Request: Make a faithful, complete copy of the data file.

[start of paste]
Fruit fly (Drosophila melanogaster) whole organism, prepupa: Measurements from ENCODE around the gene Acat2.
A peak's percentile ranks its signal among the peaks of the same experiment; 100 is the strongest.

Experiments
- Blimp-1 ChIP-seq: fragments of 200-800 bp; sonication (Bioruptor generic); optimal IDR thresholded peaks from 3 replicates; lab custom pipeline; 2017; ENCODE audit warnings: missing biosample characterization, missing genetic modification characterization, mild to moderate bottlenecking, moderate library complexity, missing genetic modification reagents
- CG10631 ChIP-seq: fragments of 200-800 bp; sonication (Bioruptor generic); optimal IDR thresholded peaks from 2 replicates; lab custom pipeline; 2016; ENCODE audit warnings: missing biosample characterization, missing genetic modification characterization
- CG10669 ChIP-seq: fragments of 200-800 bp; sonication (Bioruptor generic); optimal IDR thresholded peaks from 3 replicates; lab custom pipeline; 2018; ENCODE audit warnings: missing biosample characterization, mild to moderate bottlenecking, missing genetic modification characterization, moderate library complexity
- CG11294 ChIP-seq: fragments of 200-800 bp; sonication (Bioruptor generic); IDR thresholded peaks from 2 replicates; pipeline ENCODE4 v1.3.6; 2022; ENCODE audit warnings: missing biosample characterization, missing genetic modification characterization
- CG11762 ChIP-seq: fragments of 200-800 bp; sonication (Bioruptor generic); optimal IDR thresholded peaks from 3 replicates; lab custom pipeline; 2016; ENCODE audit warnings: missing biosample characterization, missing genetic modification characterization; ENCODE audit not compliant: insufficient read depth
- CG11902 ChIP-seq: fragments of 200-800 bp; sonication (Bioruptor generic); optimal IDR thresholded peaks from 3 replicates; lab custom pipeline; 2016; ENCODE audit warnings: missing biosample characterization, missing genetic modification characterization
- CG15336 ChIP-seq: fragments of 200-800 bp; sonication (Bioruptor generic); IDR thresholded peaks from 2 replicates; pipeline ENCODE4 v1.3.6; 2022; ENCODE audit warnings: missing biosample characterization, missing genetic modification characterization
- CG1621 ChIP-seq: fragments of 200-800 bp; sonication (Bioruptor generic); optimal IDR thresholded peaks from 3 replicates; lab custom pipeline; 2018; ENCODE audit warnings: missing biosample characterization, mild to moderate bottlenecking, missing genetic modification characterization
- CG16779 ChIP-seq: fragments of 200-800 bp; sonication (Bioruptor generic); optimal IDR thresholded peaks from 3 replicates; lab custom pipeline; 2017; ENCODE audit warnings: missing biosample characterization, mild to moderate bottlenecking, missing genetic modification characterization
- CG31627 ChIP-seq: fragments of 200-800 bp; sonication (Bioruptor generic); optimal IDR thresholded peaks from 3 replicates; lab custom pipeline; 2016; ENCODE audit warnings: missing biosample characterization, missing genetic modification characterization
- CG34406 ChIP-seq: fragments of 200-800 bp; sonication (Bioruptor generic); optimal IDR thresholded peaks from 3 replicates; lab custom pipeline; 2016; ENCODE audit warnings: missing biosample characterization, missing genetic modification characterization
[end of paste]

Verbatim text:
Fruit fly (Drosophila melanogaster) whole organism, prepupa: Measurements from ENCODE around the gene Acat2.
A peak's percentile ranks its signal among the peaks of the same experiment; 100 is the strongest.

Experiments
- Blimp-1 ChIP-seq: fragments of 200-800 bp; sonication (Bioruptor generic); optimal IDR thresholded peaks from 3 replicates; lab custom pipeline; 2017; ENCODE audit warnings: missing biosample characterization, missing genetic modification characterization, mild to moderate bottlenecking, moderate library complexity, missing genetic modification reagents
- CG10631 ChIP-seq: fragments of 200-800 bp; sonication (Bioruptor generic); optimal IDR thresholded peaks from 2 replicates; lab custom pipeline; 2016; ENCODE audit warnings: missing biosample characterization, missing genetic modification characterization
- CG10669 ChIP-seq: fragments of 200-800 bp; sonication (Bioruptor generic); optimal IDR thresholded peaks from 3 replicates; lab custom pipeline; 2018; ENCODE audit warnings: missing biosample characterization, mild to moderate bottlenecking, missing genetic modification characterization, moderate library complexity
- CG11294 ChIP-seq: fragments of 200-800 bp; sonication (Bioruptor generic); IDR thresholded peaks from 2 replicates; pipeline ENCODE4 v1.3.6; 2022; ENCODE audit warnings: missing biosample characterization, missing genetic modification characterization
- CG11762 ChIP-seq: fragments of 200-800 bp; sonication (Bioruptor generic); optimal IDR thresholded peaks from 3 replicates; lab custom pipeline; 2016; ENCODE audit warnings: missing biosample characterization, missing genetic modification characterization; ENCODE audit not compliant: insufficient read depth
- CG11902 ChIP-seq: fragments of 200-800 bp; sonication (Bioruptor generic); optimal IDR thresholded peaks from 3 replicates; lab custom pipeline; 2016; ENCODE audit warnings: missing biosample characterization, missing genetic modification characterization
- CG15336 ChIP-seq: fragments of 200-800 bp; sonication (Bioruptor generic); IDR thresholded peaks from 2 replicates; pipeline ENCODE4 v1.3.6; 2022; ENCODE audit warnings: missing biosample characterization, missing genetic modification characterization
- CG1621 ChIP-seq: fragments of 200-800 bp; sonication (Bioruptor generic); optimal IDR thresholded peaks from 3 replicates; lab custom pipeline; 2018; ENCODE audit warnings: missing biosample characterization, mild to moderate bottlenecking, missing genetic modification characterization
- CG16779 ChIP-seq: fragments of 200-800 bp; sonication (Bioruptor generic); optimal IDR thresholded peaks from 3 replicates; lab custom pipeline; 2017; ENCODE audit warnings: missing biosample characterization, mild to moderate bottlenecking, missing genetic modification characterization
- CG31627 ChIP-seq: fragments of 200-800 bp; sonication (Bioruptor generic); optimal IDR thresholded peaks from 3 replicates; lab custom pipeline; 2016; ENCODE audit warnings: missing biosample characterization, missing genetic modification characterization
- CG34406 ChIP-seq: fragments of 200-800 bp; sonication (Bioruptor generic); optimal IDR thresholded peaks from 3 replicates; lab custom pipeline; 2016; ENCODE audit warnings: missing biosample characterization, missing genetic modification characterization